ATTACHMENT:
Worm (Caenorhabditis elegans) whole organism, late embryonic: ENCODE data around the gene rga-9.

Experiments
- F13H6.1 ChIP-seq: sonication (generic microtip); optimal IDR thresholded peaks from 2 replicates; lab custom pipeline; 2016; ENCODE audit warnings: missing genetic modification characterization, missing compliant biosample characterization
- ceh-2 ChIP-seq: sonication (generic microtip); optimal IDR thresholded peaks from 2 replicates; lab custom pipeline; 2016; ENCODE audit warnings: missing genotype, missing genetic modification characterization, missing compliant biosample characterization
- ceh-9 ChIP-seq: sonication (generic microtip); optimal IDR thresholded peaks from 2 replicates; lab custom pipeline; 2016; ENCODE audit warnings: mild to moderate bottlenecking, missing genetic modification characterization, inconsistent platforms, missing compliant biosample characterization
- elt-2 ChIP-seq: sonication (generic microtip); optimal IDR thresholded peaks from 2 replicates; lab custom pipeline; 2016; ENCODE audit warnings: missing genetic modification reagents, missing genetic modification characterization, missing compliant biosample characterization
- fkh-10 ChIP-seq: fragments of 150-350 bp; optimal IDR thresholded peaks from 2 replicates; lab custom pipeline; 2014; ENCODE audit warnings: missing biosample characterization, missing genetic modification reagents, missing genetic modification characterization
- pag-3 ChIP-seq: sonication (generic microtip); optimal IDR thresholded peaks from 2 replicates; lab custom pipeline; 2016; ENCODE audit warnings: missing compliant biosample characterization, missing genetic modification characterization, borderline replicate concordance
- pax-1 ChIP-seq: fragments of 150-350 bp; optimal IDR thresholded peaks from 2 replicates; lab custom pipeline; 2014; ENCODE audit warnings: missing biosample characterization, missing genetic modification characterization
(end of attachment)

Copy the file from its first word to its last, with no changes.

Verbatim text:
Worm (Caenorhabditis elegans) whole organism, late embryonic: ENCODE data around the gene rga-9.

Experiments
- F13H6.1 ChIP-seq: sonication (generic microtip); optimal IDR thresholded peaks from 2 replicates; lab custom pipeline; 2016; ENCODE audit warnings: missing genetic modification characterization, missing compliant biosample characterization
- ceh-2 ChIP-seq: sonication (generic microtip); optimal IDR thresholded peaks from 2 replicates; lab custom pipeline; 2016; ENCODE audit warnings: missing genotype, missing genetic modification characterization, missing compliant biosample characterization
- ceh-9 ChIP-seq: sonication (generic microtip); optimal IDR thresholded peaks from 2 replicates; lab custom pipeline; 2016; ENCODE audit warnings: mild to moderate bottlenecking, missing genetic modification characterization, inconsistent platforms, missing compliant biosample characterization
- elt-2 ChIP-seq: sonication (generic microtip); optimal IDR thresholded peaks from 2 replicates; lab custom pipeline; 2016; ENCODE audit warnings: missing genetic modification reagents, missing genetic modification characterization, missing compliant biosample characterization
- fkh-10 ChIP-seq: fragments of 150-350 bp; optimal IDR thresholded peaks from 2 replicates; lab custom pipeline; 2014; ENCODE audit warnings: missing biosample characterization, missing genetic modification reagents, missing genetic modification characterization
- pag-3 ChIP-seq: sonication (generic microtip); optimal IDR thresholded peaks from 2 replicates; lab custom pipeline; 2016; ENCODE audit warnings: missing compliant biosample characterization, missing genetic modification characterization, borderline replicate concordance
- pax-1 ChIP-seq: fragments of 150-350 bp; optimal IDR thresholded peaks from 2 replicates; lab custom pipeline; 2014; ENCODE audit warnings: missing biosample characterization, missing genetic modification characterization